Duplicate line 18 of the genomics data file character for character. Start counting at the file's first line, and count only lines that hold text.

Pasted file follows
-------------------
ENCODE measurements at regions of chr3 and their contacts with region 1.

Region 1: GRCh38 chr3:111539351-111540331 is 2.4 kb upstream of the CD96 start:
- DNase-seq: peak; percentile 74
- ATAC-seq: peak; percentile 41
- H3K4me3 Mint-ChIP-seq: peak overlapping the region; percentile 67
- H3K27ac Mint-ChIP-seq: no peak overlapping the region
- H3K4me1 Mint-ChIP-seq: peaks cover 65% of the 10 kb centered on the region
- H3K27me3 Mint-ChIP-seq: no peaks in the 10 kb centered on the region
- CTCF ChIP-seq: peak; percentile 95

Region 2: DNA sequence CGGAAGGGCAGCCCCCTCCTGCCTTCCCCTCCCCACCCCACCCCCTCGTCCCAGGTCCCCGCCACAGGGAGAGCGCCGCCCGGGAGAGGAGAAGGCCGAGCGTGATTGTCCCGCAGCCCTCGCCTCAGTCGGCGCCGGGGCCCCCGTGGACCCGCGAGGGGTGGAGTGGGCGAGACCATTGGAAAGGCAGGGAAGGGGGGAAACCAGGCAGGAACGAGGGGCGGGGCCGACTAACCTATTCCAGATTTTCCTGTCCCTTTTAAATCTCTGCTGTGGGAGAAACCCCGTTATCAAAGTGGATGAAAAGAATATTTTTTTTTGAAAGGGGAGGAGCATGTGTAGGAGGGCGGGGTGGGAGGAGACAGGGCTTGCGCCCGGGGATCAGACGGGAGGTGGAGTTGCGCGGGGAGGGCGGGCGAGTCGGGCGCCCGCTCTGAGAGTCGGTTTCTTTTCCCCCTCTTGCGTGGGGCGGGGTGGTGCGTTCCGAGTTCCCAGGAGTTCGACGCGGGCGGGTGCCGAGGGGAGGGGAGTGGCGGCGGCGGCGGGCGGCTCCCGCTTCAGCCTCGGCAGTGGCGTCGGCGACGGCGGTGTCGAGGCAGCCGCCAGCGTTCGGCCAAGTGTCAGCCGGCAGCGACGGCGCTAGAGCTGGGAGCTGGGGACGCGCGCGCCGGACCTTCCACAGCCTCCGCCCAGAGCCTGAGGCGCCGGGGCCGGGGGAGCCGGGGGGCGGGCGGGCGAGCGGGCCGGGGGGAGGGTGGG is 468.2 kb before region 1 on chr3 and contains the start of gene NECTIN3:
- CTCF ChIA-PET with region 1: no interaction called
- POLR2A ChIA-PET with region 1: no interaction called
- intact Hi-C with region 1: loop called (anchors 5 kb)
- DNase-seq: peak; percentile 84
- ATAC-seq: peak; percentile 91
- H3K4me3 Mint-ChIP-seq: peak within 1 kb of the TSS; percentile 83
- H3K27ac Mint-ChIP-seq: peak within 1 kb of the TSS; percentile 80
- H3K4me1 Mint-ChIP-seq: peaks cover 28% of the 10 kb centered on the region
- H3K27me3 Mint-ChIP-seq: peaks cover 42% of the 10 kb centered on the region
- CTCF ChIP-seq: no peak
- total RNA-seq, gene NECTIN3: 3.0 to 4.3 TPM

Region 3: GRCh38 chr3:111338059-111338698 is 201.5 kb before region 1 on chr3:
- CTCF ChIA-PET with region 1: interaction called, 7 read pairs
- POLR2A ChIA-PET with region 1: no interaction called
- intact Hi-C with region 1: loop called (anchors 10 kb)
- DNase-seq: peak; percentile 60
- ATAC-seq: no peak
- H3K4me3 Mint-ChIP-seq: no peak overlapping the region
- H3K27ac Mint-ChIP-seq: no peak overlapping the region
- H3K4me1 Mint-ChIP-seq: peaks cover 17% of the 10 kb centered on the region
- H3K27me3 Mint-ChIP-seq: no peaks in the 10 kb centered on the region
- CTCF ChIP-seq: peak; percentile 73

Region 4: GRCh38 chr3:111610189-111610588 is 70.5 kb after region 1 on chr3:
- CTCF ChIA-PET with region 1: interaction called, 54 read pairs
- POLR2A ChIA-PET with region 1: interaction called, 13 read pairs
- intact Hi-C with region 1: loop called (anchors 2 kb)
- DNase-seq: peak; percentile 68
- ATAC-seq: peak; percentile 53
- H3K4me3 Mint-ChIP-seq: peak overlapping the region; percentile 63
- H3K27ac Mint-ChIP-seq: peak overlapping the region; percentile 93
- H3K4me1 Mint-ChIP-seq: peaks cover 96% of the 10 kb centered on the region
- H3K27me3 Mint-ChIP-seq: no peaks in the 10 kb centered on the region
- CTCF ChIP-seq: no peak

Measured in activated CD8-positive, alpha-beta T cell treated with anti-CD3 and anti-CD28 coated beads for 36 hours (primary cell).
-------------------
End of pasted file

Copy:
- H3K4me1 Mint-ChIP-seq: peaks cover 28% of the 10 kb centered on the region